I sort of know how it happened. Whatever my creative project, I have two speeds: full steam ahead and dead stop. I know this about myself. So when I charged into my first draft on May 1st, I was all flash and fury. I also work best with a deadline, or to use a buzzword, a "timebox." So I gave myself a pretty specific time frame of 5-6 weeks and I wrote like my fingers were on fire.
Then it came time to revise. Which I was cool with. Didn't think I'd have much to do. 'Cause, you know, brilliant. (Little bit of ego here, you think?) Figured I'd get some beta reader opinions, slap on some polish, proofread, and publish. But the worst thing happened - someone hated my first draft. Hated my whole writing process in fact, and broke my tender little heart. "You can't write that fast and you should never share a first draft" was said. "Writing is a slow, methodical, and solitary process and you should always walk away from a drafted piece for at least three months." "WHAAAATTT??!?!" said I. "I don't have that kind of time! Must keep rolling, must stay motivated, plus I'm on a timeline!!"
Suffice to say, chaos and bad feelings ensued. I heard a couple more writers echo the "walk away for a while" thing, and I threw a big old baby fit. I walked away. And what was supposed to be a two week break turned into a six week break. And then an eight week break. My characters, who had been clamoring for attention in my head, piped down and went to sleep. Life got in the way, and all the things that had been threatening to take over my time and energy won out.
Now, I can't entirely blame my one beta reader. Everyone's got an opinion; it's my own fault if I wasn't able to take it with a grain of salt. And I can't say that I could have avoided all the compelling life interruptions that came up - I knew they were on the horizon and they were just as soul sucking as I thought they'd be. Still... There are some things I could have done better.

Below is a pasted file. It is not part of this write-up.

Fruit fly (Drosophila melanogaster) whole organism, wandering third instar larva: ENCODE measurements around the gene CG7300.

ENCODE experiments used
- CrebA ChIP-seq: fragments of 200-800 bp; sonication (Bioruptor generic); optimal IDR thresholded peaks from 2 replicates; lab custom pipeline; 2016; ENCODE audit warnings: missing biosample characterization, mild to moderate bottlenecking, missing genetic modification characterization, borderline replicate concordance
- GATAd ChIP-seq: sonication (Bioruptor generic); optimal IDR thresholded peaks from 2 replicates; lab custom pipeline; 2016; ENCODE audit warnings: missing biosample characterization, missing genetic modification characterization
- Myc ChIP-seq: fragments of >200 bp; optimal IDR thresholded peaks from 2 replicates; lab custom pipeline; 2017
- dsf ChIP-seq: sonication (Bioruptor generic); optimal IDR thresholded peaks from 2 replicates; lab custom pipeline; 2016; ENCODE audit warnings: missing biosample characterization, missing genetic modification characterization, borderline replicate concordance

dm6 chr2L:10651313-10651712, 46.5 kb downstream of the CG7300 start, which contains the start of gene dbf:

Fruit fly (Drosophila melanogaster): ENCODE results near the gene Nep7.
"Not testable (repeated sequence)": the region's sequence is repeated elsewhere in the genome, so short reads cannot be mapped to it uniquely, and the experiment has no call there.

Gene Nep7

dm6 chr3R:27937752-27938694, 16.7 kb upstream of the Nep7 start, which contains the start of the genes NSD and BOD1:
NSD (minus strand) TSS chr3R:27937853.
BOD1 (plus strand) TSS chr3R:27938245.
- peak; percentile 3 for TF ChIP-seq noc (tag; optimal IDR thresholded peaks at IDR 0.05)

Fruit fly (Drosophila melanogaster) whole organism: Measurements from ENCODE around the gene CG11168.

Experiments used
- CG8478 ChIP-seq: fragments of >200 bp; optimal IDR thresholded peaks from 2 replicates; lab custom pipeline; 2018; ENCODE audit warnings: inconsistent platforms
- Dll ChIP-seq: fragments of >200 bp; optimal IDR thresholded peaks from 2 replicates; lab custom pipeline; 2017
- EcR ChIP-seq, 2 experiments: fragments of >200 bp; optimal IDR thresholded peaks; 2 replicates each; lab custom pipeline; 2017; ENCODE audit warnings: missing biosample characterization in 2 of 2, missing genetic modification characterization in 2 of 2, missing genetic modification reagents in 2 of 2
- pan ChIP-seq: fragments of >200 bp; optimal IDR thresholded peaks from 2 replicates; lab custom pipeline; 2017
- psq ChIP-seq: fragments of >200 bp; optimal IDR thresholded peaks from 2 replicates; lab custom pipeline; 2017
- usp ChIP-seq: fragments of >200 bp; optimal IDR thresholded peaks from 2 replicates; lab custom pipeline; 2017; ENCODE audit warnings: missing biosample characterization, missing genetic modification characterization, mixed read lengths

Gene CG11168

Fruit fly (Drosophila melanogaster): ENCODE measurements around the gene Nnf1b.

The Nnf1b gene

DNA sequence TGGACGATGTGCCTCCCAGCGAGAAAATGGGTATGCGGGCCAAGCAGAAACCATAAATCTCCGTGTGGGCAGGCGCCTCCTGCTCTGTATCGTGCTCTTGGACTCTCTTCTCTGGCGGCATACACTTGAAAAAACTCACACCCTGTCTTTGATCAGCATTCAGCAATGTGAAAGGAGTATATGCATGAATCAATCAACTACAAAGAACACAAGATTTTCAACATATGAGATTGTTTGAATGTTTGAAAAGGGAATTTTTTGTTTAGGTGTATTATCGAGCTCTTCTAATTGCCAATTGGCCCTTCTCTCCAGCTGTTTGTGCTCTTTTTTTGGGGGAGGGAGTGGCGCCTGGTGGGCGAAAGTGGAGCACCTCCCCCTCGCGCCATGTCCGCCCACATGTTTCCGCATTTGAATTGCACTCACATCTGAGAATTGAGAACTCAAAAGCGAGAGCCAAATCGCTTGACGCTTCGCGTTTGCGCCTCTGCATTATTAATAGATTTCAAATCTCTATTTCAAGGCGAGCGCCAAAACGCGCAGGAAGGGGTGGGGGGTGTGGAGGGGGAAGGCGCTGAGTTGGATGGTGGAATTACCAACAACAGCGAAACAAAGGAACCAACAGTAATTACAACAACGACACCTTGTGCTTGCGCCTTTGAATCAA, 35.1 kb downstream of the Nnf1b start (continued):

1). Listened to my instincts: I could have started working on part two of my book while letting part one rest. I didn't have to walk away entirely.
2). Gotten my arrogance in check: I should have been more realistic about the perfection level of my first draft. Got my own hopes up too high and set myself up for a fall.
3). Had a thicker skin: I need to be ready for criticism and figure out how to integrate it without shutting down. If I want to work on a timeline there's no room for freak-outs.
Not that it's all bad. In that time I did figure out the revisions I want to do and managed to take the good with the bad on the one significantly dissenting opinion. Also took the time to make some long-overdue fixes on my published work. I even had the amazing opportunity to get a partial revision from a pro editor, and dang, was it useful! Getting the focus back to continue the revisions is extremely difficult and my original timeline is probably not salvageable, but I can be flexible.
I have some solutions in mind. I need to figure out if my real problem is mental fatigue from all the life issues - if that's the case I can solve the problem by careful time management and scheduling. When I start chipping away methodically I'll feel better and my brainpower will start to recharge. However, if the problem is some kind of mental block about the book I'll need to play psychoanalyst on myself and figure out why I'm avoiding writing. Do I somehow feel this work isn't ready to see the light of day? Do I really want to be focusing on supporting my published work? Am I worried I'll be neglecting my family if I dive into another heavy writing bout? I may need to do some soul searching and answer these questions for myself because these issues are much harder to overcome than simple fatigue.
A message of hope for the writers out there: Just when I thought my characters had abandoned me due to neglect, they came back to me in a dream. I know I can find the way back in, I just have to keep the story going in my mind even if I can't get it on the page right now. It's never too late, and as long as I stay hopeful and keep looking for a fix, I'll find it. It may feel like it's now or never, but there's always time. Wish me luck, and all the best to the rest of you brave literary souls out there!